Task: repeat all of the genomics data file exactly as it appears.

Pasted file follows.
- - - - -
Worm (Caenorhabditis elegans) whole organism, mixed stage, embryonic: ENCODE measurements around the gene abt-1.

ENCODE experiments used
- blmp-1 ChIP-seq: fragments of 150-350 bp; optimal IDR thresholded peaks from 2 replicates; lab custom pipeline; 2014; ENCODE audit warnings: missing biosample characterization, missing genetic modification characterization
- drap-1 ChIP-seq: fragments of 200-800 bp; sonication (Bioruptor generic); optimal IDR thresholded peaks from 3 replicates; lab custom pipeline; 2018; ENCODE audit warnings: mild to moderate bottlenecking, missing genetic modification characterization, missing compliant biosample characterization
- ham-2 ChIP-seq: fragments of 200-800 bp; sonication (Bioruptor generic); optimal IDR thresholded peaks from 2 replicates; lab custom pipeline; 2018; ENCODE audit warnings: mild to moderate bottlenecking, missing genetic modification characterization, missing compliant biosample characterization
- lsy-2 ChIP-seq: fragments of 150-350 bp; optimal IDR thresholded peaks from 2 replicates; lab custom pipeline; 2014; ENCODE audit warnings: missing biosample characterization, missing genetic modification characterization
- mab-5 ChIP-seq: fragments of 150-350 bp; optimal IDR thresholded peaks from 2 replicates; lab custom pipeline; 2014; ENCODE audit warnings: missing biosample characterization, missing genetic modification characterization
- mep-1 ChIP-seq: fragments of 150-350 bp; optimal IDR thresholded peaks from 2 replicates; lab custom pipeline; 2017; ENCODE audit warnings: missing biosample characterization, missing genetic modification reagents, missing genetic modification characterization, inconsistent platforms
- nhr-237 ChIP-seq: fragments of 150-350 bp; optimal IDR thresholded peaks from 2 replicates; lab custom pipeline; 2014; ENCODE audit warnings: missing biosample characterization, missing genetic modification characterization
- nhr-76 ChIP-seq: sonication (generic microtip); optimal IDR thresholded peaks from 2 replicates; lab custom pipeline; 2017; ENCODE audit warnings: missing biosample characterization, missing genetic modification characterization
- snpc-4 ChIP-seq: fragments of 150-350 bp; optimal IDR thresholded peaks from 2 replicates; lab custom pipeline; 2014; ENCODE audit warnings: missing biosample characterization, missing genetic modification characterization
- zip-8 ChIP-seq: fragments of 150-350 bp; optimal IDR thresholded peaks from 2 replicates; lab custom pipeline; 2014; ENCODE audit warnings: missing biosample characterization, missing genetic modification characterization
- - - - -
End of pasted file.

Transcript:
Worm (Caenorhabditis elegans) whole organism, mixed stage, embryonic: ENCODE measurements around the gene abt-1.

ENCODE experiments used
- blmp-1 ChIP-seq: fragments of 150-350 bp; optimal IDR thresholded peaks from 2 replicates; lab custom pipeline; 2014; ENCODE audit warnings: missing biosample characterization, missing genetic modification characterization
- drap-1 ChIP-seq: fragments of 200-800 bp; sonication (Bioruptor generic); optimal IDR thresholded peaks from 3 replicates; lab custom pipeline; 2018; ENCODE audit warnings: mild to moderate bottlenecking, missing genetic modification characterization, missing compliant biosample characterization
- ham-2 ChIP-seq: fragments of 200-800 bp; sonication (Bioruptor generic); optimal IDR thresholded peaks from 2 replicates; lab custom pipeline; 2018; ENCODE audit warnings: mild to moderate bottlenecking, missing genetic modification characterization, missing compliant biosample characterization
- lsy-2 ChIP-seq: fragments of 150-350 bp; optimal IDR thresholded peaks from 2 replicates; lab custom pipeline; 2014; ENCODE audit warnings: missing biosample characterization, missing genetic modification characterization
- mab-5 ChIP-seq: fragments of 150-350 bp; optimal IDR thresholded peaks from 2 replicates; lab custom pipeline; 2014; ENCODE audit warnings: missing biosample characterization, missing genetic modification characterization
- mep-1 ChIP-seq: fragments of 150-350 bp; optimal IDR thresholded peaks from 2 replicates; lab custom pipeline; 2017; ENCODE audit warnings: missing biosample characterization, missing genetic modification reagents, missing genetic modification characterization, inconsistent platforms
- nhr-237 ChIP-seq: fragments of 150-350 bp; optimal IDR thresholded peaks from 2 replicates; lab custom pipeline; 2014; ENCODE audit warnings: missing biosample characterization, missing genetic modification characterization
- nhr-76 ChIP-seq: sonication (generic microtip); optimal IDR thresholded peaks from 2 replicates; lab custom pipeline; 2017; ENCODE audit warnings: missing biosample characterization, missing genetic modification characterization
- snpc-4 ChIP-seq: fragments of 150-350 bp; optimal IDR thresholded peaks from 2 replicates; lab custom pipeline; 2014; ENCODE audit warnings: missing biosample characterization, missing genetic modification characterization
- zip-8 ChIP-seq: fragments of 150-350 bp; optimal IDR thresholded peaks from 2 replicates; lab custom pipeline; 2014; ENCODE audit warnings: missing biosample characterization, missing genetic modification characterization